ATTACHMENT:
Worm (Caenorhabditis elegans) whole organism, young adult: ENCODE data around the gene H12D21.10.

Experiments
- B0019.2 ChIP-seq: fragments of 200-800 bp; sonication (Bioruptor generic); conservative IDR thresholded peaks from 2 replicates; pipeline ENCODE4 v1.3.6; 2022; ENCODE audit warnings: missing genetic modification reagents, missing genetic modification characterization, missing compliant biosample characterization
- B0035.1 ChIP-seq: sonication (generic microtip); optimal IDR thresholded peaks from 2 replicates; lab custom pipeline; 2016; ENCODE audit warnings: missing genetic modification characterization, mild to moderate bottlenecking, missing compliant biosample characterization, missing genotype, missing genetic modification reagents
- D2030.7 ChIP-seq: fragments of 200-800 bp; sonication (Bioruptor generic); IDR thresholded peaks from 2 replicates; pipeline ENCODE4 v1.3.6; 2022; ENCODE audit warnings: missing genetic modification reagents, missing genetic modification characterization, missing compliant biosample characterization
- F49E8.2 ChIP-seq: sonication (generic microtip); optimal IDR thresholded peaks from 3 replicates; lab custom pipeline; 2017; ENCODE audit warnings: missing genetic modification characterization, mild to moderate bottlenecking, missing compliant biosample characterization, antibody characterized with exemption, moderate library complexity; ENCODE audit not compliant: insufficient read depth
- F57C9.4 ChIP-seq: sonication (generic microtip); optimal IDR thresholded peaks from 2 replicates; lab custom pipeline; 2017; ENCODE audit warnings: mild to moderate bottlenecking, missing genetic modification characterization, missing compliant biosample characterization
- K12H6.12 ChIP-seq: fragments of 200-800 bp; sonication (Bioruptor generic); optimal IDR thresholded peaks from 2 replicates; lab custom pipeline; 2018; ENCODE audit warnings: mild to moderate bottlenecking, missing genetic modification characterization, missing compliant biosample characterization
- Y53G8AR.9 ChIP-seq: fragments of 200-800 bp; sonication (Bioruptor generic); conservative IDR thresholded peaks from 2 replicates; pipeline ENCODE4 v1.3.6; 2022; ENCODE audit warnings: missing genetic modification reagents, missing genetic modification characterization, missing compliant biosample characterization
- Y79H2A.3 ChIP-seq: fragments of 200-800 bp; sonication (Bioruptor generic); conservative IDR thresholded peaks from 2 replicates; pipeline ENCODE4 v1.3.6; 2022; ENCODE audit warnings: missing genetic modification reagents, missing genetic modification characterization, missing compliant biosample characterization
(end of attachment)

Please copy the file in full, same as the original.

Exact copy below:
Worm (Caenorhabditis elegans) whole organism, young adult: ENCODE data around the gene H12D21.10.

Experiments
- B0019.2 ChIP-seq: fragments of 200-800 bp; sonication (Bioruptor generic); conservative IDR thresholded peaks from 2 replicates; pipeline ENCODE4 v1.3.6; 2022; ENCODE audit warnings: missing genetic modification reagents, missing genetic modification characterization, missing compliant biosample characterization
- B0035.1 ChIP-seq: sonication (generic microtip); optimal IDR thresholded peaks from 2 replicates; lab custom pipeline; 2016; ENCODE audit warnings: missing genetic modification characterization, mild to moderate bottlenecking, missing compliant biosample characterization, missing genotype, missing genetic modification reagents
- D2030.7 ChIP-seq: fragments of 200-800 bp; sonication (Bioruptor generic); IDR thresholded peaks from 2 replicates; pipeline ENCODE4 v1.3.6; 2022; ENCODE audit warnings: missing genetic modification reagents, missing genetic modification characterization, missing compliant biosample characterization
- F49E8.2 ChIP-seq: sonication (generic microtip); optimal IDR thresholded peaks from 3 replicates; lab custom pipeline; 2017; ENCODE audit warnings: missing genetic modification characterization, mild to moderate bottlenecking, missing compliant biosample characterization, antibody characterized with exemption, moderate library complexity; ENCODE audit not compliant: insufficient read depth
- F57C9.4 ChIP-seq: sonication (generic microtip); optimal IDR thresholded peaks from 2 replicates; lab custom pipeline; 2017; ENCODE audit warnings: mild to moderate bottlenecking, missing genetic modification characterization, missing compliant biosample characterization
- K12H6.12 ChIP-seq: fragments of 200-800 bp; sonication (Bioruptor generic); optimal IDR thresholded peaks from 2 replicates; lab custom pipeline; 2018; ENCODE audit warnings: mild to moderate bottlenecking, missing genetic modification characterization, missing compliant biosample characterization
- Y53G8AR.9 ChIP-seq: fragments of 200-800 bp; sonication (Bioruptor generic); conservative IDR thresholded peaks from 2 replicates; pipeline ENCODE4 v1.3.6; 2022; ENCODE audit warnings: missing genetic modification reagents, missing genetic modification characterization, missing compliant biosample characterization
- Y79H2A.3 ChIP-seq: fragments of 200-800 bp; sonication (Bioruptor generic); conservative IDR thresholded peaks from 2 replicates; pipeline ENCODE4 v1.3.6; 2022; ENCODE audit warnings: missing genetic modification reagents, missing genetic modification characterization, missing compliant biosample characterization